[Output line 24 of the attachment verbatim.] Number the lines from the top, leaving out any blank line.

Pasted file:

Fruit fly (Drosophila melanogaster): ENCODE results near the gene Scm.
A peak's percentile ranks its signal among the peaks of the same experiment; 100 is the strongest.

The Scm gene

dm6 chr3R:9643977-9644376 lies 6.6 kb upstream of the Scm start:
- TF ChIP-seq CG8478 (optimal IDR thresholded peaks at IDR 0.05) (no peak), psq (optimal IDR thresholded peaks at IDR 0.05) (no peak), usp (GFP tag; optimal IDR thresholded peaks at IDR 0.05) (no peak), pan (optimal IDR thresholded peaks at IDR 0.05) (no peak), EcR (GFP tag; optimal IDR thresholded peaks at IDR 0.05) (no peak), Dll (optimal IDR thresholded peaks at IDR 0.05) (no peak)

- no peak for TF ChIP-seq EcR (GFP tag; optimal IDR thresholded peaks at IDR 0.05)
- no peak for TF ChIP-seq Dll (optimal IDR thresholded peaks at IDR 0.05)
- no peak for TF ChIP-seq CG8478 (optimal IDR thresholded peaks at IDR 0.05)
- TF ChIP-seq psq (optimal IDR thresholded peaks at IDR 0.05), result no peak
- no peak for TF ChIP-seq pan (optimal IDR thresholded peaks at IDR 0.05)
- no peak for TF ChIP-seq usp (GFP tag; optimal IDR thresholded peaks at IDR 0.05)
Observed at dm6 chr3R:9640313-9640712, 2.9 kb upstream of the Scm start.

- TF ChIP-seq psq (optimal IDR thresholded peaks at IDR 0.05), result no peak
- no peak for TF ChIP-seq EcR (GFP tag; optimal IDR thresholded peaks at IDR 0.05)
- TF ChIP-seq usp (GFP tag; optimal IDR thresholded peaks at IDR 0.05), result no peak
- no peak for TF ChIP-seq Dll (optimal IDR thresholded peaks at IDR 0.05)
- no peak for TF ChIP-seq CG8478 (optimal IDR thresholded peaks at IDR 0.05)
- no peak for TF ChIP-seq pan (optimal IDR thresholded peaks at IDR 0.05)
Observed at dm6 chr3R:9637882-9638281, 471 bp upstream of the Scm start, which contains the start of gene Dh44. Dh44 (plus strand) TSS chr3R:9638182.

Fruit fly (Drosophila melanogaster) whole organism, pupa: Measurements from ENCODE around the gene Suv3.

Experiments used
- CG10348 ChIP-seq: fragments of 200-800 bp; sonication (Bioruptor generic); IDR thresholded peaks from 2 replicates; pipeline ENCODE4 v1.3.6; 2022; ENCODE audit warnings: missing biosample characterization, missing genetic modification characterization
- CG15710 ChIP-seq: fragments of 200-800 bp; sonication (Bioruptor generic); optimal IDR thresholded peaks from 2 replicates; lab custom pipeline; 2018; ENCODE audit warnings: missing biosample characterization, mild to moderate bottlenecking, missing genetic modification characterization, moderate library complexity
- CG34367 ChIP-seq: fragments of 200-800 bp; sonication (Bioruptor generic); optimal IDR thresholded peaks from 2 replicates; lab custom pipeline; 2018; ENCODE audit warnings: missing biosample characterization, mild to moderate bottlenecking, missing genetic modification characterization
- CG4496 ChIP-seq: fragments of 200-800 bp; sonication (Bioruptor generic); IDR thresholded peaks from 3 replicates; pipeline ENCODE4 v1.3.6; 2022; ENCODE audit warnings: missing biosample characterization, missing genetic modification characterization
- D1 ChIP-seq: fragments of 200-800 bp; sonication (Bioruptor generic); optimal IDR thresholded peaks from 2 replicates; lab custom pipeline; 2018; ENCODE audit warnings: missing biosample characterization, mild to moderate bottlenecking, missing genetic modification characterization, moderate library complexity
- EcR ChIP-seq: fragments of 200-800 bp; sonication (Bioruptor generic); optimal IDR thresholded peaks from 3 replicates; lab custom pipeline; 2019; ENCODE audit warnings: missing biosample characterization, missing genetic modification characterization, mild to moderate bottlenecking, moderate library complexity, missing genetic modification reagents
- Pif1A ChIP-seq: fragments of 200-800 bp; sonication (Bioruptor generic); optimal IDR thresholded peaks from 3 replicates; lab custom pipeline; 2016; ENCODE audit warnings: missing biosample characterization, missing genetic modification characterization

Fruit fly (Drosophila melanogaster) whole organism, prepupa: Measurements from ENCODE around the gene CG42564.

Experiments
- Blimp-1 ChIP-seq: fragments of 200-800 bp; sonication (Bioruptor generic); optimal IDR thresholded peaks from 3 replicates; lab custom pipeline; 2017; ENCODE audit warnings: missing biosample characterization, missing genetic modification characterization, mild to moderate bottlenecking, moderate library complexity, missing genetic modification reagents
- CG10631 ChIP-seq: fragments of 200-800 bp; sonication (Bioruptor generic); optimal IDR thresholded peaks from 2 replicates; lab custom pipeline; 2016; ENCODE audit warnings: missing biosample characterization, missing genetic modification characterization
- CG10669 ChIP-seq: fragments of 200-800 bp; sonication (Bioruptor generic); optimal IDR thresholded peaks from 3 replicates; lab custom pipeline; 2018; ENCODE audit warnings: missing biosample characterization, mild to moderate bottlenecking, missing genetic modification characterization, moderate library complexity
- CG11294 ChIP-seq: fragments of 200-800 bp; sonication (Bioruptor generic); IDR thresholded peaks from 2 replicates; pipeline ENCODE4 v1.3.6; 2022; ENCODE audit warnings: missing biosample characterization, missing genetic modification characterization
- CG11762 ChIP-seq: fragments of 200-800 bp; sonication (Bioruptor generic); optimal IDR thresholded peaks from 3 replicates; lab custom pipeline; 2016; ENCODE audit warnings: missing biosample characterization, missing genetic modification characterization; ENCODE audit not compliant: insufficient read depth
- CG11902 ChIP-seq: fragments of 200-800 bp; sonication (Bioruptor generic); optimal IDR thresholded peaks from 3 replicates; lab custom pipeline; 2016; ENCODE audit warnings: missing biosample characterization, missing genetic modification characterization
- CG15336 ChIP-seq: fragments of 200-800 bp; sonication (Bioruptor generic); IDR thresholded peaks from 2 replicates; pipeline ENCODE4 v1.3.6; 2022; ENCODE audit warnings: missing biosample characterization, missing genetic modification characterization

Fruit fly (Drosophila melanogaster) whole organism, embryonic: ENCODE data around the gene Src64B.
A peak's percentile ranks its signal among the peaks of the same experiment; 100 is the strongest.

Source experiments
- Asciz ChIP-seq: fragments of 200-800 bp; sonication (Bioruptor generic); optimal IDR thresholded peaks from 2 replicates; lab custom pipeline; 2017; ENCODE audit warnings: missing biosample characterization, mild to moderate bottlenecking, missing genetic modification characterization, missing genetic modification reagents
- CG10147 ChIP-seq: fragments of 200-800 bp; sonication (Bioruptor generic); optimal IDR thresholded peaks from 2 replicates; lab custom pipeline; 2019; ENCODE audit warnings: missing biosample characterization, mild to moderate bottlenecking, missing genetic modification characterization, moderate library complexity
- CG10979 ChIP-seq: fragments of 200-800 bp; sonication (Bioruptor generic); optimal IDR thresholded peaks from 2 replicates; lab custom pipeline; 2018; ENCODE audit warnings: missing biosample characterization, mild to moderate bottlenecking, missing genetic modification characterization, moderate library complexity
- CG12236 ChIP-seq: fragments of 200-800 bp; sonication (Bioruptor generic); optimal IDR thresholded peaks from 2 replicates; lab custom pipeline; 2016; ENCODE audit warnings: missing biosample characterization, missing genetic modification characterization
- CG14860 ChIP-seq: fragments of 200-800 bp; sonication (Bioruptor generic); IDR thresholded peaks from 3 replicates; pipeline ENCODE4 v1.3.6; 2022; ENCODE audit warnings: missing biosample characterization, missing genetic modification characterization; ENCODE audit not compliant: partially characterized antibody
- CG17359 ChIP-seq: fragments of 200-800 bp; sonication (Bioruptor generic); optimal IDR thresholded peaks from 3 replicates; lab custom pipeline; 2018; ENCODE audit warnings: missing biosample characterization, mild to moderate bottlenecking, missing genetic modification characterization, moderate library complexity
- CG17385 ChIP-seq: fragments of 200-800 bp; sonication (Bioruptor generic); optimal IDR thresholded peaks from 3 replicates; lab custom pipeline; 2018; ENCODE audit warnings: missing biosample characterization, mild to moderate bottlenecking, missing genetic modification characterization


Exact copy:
- CG34367 ChIP-seq: fragments of 200-800 bp; sonication (Bioruptor generic); optimal IDR thresholded peaks from 2 replicates; lab custom pipeline; 2018; ENCODE audit warnings: missing biosample characterization, mild to moderate bottlenecking, missing genetic modification characterization